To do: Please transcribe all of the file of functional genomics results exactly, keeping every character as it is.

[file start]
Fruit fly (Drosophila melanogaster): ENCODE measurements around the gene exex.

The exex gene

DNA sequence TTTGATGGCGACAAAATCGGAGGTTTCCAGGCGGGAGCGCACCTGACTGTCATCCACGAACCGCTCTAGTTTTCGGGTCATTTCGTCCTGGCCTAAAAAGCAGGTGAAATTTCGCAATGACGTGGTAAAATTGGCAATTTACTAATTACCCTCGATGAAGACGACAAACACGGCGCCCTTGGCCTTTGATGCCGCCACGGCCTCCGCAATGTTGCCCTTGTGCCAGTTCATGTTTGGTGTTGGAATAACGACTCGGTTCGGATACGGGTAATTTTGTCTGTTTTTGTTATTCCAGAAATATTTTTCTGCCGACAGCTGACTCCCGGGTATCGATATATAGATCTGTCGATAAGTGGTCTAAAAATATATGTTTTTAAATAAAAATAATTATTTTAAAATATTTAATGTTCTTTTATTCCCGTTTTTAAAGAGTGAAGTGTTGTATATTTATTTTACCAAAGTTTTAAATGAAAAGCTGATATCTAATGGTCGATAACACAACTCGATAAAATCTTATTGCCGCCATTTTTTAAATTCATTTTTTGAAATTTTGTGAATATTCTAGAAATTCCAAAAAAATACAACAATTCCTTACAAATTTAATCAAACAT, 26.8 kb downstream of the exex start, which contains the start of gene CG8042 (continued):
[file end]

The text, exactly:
Fruit fly (Drosophila melanogaster): ENCODE measurements around the gene exex.

The exex gene

DNA sequence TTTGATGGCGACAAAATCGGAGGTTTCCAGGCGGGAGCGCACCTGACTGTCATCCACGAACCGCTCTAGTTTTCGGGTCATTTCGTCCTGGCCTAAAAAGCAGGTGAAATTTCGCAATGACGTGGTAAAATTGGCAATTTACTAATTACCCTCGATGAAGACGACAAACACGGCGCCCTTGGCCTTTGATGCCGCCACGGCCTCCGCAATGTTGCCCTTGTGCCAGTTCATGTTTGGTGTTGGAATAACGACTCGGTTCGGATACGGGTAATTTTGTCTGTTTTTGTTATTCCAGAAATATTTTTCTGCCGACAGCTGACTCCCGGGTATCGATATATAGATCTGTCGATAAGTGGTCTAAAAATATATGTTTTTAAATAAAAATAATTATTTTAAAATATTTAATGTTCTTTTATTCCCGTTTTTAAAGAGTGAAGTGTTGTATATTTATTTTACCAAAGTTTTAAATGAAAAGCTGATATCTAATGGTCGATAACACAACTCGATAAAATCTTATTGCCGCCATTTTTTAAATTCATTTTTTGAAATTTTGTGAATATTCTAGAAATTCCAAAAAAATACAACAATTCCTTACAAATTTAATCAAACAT, 26.8 kb downstream of the exex start, which contains the start of gene CG8042 (continued):